You’re meeting a friend for dinner, and you were supposed to be there at 2:00 p.m. Traffic is moving at a turtle’s pace. You rush to park and you run into the restaurant sweaty and flustered. It’s 2:47 p.m. and you’re late again. Sound familiar?
If you’re like me, you may have had similar struggles getting to places on time. I call it being “punctually-challenged.” Getting anywhere has always been a very serious struggle for me. I’ve been late to dinners, weddings, graduations, exams, and hair appointments. I have always known that I have had a problem with punctuality, but I did not seriously confront the issue until I missed a flight earlier this year, and I had to pay quite a bit of money to buy a last-minute replacement ticket. Not only did I have to pay for the extra ticket, but I missed an important meeting because of the flight delay.
Eventually, I had to admit the truth: Regardless of the exact reasons for my tardiness, my inability to show up on time was turning me into a person who was unreliable, rude and inconsiderate. These are all qualities that are neither feminine nor caring. Even though I may have had very legitimate reasons for being late from time to time, it was ultimately my fault I was late at the end of the day. I could have added more time to my schedule to prepare, and I chose not to do so.
All hope is not lost, because there are a number of ways to curtail frequent tardiness. To learn how to improve my timeliness skills, I sought out Diana DeLonzor’s book “Never Be Late Again: 7 Cures for the Punctuality Challenged.” In the book, DeLonzor describes a few of the root causes of lateness and procrastination, such as genetics, anxiety, attention deficit disorders and indulgent childhood experiences. Some people are thrill-seekers who need a sense of urgency to get things done, while others have a hard time saying “no” to meetings and tasks. DeLonzor argues that punctually-challenged people have time management issues for a variety of issues, such as a lack of discipline and goal-setting skills. Additionally, DeLonzor states that a large number of procrastinators have time perception issues, where they think that it takes less time than it actually does to complete work assignments.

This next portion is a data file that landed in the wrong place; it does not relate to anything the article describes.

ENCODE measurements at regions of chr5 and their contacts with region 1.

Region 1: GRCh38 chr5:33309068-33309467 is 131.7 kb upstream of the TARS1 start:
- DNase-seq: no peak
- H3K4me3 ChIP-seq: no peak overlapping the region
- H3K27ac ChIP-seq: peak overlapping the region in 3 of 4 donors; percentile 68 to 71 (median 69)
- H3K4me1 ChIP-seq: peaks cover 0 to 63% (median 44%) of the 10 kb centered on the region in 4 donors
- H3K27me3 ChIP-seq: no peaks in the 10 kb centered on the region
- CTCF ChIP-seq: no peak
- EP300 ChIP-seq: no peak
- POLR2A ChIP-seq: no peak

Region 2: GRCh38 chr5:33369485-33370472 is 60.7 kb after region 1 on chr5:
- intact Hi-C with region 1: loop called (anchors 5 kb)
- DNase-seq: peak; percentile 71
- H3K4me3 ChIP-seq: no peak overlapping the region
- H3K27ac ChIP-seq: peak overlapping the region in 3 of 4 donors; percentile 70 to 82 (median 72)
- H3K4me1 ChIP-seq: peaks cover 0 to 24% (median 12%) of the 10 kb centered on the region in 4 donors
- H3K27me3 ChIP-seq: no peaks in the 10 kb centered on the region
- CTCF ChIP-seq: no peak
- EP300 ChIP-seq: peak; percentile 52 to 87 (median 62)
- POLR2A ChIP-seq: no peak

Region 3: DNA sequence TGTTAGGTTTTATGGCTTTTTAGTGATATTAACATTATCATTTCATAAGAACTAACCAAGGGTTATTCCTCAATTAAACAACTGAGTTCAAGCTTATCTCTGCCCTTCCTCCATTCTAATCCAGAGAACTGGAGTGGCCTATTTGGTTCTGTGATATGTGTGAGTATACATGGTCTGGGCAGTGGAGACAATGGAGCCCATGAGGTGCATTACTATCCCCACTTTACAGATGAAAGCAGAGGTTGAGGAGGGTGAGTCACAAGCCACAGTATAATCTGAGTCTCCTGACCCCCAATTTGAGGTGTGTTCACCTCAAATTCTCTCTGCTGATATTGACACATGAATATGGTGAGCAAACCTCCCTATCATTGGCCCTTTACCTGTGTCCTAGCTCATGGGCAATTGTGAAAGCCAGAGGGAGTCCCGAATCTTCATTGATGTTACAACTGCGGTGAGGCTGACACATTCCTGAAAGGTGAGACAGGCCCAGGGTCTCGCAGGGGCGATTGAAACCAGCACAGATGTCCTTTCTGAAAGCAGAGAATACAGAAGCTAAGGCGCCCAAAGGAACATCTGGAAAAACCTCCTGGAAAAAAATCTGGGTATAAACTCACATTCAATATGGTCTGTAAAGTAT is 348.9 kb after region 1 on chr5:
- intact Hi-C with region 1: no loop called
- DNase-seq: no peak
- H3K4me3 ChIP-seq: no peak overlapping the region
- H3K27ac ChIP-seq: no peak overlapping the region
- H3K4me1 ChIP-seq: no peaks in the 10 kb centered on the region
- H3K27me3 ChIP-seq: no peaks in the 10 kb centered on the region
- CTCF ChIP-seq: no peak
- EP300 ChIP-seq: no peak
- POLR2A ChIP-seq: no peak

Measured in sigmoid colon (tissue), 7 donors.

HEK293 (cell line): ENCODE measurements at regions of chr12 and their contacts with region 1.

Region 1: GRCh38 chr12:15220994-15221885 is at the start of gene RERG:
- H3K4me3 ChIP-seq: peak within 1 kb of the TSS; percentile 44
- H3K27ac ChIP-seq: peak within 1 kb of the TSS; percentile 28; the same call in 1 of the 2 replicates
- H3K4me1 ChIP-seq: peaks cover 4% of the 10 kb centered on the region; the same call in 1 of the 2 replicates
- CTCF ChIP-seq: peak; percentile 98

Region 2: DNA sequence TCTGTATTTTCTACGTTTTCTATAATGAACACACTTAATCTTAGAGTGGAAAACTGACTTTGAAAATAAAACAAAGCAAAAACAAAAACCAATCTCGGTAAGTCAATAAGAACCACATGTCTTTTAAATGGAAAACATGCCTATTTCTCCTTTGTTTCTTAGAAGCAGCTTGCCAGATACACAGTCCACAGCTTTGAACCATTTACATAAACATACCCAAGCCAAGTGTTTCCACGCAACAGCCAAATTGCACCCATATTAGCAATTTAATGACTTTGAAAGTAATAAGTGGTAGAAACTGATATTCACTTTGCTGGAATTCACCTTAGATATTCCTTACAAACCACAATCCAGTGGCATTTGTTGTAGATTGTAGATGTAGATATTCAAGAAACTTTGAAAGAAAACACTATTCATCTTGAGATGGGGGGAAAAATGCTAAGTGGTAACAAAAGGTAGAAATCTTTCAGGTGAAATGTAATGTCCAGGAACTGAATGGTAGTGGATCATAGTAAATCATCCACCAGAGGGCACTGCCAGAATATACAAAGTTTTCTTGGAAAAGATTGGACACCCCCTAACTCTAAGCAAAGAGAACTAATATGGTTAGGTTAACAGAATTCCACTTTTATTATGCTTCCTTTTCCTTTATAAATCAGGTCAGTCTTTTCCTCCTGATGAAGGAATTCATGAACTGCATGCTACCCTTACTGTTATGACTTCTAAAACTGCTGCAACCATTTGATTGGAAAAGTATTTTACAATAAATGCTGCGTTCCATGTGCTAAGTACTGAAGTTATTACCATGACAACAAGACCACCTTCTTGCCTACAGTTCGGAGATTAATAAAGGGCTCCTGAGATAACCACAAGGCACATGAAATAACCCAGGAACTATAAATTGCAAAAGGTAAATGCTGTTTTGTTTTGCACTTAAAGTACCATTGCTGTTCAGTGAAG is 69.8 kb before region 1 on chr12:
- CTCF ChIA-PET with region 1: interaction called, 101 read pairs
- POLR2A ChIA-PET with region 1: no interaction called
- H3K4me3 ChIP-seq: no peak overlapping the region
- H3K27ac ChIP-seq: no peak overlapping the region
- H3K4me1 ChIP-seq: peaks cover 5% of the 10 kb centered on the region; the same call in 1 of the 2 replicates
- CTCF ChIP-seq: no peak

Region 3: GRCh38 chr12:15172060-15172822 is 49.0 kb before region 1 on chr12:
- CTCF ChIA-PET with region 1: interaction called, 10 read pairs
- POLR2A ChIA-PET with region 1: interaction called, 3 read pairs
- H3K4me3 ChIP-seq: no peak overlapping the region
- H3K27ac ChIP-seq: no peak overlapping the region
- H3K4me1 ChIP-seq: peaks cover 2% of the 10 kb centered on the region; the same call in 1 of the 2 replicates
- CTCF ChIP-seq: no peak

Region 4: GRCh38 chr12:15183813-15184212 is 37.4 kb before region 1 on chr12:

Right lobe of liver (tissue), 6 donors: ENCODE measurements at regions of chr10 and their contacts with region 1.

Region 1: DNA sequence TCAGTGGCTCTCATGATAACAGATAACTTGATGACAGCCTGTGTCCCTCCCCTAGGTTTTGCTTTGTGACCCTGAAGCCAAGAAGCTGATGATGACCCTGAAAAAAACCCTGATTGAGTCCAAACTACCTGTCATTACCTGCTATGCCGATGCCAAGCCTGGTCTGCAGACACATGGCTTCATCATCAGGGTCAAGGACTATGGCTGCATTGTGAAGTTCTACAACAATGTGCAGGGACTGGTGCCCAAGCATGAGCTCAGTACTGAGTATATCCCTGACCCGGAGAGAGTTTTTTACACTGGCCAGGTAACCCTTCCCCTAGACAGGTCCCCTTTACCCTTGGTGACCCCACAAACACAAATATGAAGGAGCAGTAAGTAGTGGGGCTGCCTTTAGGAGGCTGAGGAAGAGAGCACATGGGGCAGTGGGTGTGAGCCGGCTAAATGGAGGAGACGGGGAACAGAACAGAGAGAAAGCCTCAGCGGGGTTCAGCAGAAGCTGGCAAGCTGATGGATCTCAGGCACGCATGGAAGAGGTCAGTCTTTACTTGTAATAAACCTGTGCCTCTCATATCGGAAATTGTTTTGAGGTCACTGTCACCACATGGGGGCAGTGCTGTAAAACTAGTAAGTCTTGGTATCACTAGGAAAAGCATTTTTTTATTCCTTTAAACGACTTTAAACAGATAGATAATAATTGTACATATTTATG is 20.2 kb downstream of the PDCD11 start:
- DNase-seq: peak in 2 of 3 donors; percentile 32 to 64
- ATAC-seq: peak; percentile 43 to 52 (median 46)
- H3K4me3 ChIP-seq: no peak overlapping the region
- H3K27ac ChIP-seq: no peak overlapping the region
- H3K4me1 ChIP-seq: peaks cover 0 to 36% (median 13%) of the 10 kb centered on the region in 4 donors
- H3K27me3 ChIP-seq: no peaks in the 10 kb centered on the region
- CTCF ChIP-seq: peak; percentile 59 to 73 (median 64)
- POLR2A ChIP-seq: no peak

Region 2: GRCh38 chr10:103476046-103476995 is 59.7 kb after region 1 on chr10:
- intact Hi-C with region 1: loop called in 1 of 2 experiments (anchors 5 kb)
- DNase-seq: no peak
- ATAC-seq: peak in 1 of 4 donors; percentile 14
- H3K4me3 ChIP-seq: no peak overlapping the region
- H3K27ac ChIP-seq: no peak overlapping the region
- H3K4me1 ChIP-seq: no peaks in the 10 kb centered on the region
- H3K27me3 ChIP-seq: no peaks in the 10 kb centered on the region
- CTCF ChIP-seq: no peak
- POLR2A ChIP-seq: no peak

The first step to curing tardiness issues is to take responsibility for your lateness. Decide that it is unacceptable to be late. When you decide to meet at a particular time, you are making a promise to your friends and employers to be responsible. Start to think of lateness as a “promise broken or as a loan unpaid.”
“Many people rationalize their lateness by attributing it to factors beyond their control or by minimizing the selfishness of the act,” DeLonzor writes in the book. “Yet in failing to acknowledge and take responsibility for our actions, we hamper efforts to improve.”
The next step of curbing your lateness is to change the way that you think about waiting time, such as when you are early or bored. I had an issue getting places early because I did not want to just sit around and wait for the other person to arrive. After all, bored time is wasted time, right? Wrong! Fill that time doing something that you like to do, such as reading a magazine. You can write in a journal when you have free time. Or just look out at the sunset. I now carry a small book with me everywhere so that I can always read in my extra down time. Always plan to get to your meeting early, rather than exactly on time. Aim to get places 10-30 minutes early, that way you have a buffer in case something goes wrong that causes a delay in your schedule.
Find a way to say “no!” to yourself by repeating a personal mantra. Procrastinators tend to pile on activities to fill their day, so they often convince themselves that they can get everything done smoothly, even when they cannot. DeLonzor explains:
“Create a mantra to curb your optimism. Instead of saying ‘If I hurry, I can …,’ slow down for a few minutes, take a deep breath and think about what you’re doing. Then repeat one of the following mantras: ‘Am I being realistic or optimistic?’ ‘Am I doing too much?’ ‘Is this something I really need to do now?'”
DeLonzor offers a number of exercises to help the punctually-challenged curtail their timeliness issues. Overall, it’s a great read for anyone who has experienced issues getting places on time.
What are your strategies for getting places on time? Share them in the comments below?